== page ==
I spent some time on top, sucking in carbs and water. The day was getting pretty warm now. I'd never been up here so I took some time to appreciate the views of all the familiar landmarks I now viewed from this new vantage. The summit itself is pretty boring, just an anonymous and uninformative benchmark and a coffee can register that bore the signs of someone's anti-Sierra Club ire (see below). I myself have observed that that organization's lobbying arm sometimes picks the wrong battles, expending influence and donor dollars to irritate, rather than work with the various parties in a given issue toward a rational and effective solution. It's one of those "Me thinks though dost protest {about the wrong things} too much." issues. But that's just my observation. At the local chapter level I think the organization is a harmless social club that does some good things with, and for, ecologically aware people interested in furthering their outdoor experience. 

The Sierra Club does have it's detractors. Monte Arido Summit Register.

Monte Arido Summit Register.

Monte Arido register, my map and trail journal.

I reluctantly got myself put together for the knee-jarring descent off the summit, back down the way I'd come, headed toward Old Man Mountain. As I descended I was given great views into the Matilija watershed and of the twin summits of Old Man. Eventually I was back at the take-off for the summit of the old fella. Oh good (again). Another half mile of brushy climbing, this time on a wildly zigzaggy route ending on a few feet of rocky mountain top. I started up the trail and as I climbed I got a good look into Old Man Canyon. I involuntarily shuddered, remembering my descent of that hellish drainage (below).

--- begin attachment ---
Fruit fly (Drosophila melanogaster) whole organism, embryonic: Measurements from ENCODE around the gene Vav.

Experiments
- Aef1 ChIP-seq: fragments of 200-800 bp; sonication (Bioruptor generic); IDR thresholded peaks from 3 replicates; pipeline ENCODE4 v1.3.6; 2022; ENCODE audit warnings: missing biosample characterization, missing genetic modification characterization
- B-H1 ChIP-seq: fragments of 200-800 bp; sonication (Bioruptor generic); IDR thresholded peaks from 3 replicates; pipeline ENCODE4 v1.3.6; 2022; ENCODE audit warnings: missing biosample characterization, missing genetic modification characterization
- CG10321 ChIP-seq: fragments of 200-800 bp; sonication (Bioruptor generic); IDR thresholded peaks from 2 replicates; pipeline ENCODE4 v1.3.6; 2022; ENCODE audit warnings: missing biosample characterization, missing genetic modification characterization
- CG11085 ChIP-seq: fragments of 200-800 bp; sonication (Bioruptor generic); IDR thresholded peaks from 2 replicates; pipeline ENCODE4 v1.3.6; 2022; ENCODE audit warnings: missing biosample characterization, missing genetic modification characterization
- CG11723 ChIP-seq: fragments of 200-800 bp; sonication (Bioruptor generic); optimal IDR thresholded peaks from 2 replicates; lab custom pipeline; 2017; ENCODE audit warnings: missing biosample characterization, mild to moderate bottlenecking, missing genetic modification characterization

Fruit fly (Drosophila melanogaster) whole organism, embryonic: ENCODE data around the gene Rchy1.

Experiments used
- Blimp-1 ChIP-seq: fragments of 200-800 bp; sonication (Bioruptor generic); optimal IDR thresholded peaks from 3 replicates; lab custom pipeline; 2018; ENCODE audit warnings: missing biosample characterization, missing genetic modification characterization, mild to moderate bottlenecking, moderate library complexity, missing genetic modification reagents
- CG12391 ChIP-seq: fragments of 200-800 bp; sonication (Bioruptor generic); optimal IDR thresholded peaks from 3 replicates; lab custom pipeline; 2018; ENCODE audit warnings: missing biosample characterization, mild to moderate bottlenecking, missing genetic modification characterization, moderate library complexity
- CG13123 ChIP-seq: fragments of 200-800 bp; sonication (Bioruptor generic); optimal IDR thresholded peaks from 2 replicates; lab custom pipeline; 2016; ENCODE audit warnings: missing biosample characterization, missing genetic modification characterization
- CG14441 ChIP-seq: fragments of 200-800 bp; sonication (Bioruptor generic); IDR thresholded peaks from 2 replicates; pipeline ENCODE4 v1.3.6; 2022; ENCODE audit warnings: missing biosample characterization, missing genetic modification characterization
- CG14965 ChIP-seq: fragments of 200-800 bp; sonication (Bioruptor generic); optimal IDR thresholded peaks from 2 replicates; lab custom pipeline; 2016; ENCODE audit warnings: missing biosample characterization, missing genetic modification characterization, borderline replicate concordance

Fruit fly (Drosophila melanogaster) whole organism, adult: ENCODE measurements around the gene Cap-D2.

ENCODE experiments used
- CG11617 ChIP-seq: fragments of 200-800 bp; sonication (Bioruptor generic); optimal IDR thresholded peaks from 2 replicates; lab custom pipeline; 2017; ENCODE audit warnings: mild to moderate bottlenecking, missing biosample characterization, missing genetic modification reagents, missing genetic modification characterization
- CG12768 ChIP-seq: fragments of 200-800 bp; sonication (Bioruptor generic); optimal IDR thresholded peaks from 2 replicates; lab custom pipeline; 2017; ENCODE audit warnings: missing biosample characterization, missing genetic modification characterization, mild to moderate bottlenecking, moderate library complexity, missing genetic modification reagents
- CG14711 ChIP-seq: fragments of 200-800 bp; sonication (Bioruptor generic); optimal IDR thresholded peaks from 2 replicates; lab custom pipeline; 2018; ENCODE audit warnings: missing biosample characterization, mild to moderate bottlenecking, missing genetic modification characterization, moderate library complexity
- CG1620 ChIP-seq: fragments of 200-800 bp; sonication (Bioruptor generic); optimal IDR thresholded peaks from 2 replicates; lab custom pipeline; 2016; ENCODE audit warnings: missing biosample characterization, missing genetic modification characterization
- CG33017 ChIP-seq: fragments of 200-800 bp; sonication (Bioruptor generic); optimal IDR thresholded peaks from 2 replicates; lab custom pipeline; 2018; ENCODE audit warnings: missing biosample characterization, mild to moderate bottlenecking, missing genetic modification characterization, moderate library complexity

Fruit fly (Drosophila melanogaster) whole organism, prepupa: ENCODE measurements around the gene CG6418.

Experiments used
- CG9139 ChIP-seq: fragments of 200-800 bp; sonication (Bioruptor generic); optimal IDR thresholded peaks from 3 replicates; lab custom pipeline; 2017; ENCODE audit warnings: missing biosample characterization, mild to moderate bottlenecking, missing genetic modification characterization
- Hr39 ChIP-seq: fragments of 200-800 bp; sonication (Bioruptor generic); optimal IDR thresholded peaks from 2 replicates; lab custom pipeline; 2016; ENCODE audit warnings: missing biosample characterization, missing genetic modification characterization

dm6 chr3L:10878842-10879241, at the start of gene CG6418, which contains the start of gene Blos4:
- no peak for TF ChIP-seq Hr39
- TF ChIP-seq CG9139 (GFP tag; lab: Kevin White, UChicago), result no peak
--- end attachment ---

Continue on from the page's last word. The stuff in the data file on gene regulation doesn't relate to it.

Rain catch, Monte Arido Rd
Old Man Canyon. Not recommended.
Old Man Mountain from the north, The right-hand peak is the summit and the route climbs the right of the picture.
Old Man Summit Register

This is a good view of the way up Monte Arido. Taken from Old Man.

The day was really heating up and those little black bitey flies were out in force on the summit so I vamoosed outa there, descending to the road where I found a nice patch of shade to park it for a bit. I nearly fell asleep, jerked awake, and swayed to my achy feet. May as well get this over with, I thought. On that note I began the long and pounding slog down these hills I'd climbed. As I walked I remarked to myself that this beautiful, 85 degree day was probably going to be the day I saw my first rattler of the season, and I was right (below). Aside from that, it was a long and unremarkable slog out to the ranch.

Old Man Mountain's pointy sister peak.

FYI: Water levels are well below normal for this time of year (but what's "normal" anymore?), and those flies? Those little black bitey bastards? It's going to be a buggy early spring. The whole day took just under 11 hours to complete.
My first rattler of the season.


  1. That's a helluva hike. The climb up Monte Arido Rd from Murietta Divide seems like it would be punishing.

    We visited Monte Arido and Old Man Mtn via mountain bike on a Pine Mtn to Ojai shuttle ride. I think that way we came in with 5,000 vertical feet of gain and about 8,000 vertical feet of descent over 35 miles... took about 5 hours including breaks.

    Interestingly I came across my first two rattler encounters of the new year this weekend too. One on Sierra Madre Ridge and one along the SY River corridor near P Bar Flats. They're awake now...

  2. Indeed they are. Hey Nico,
    When you gonna get back to me about that project?
    Yeah, that was long miles, mucho gain. -Stillman

  3. "Just a hint of Jameson." I love that you said that for a St. Paddy's post. ;-) Great TR, Stillman.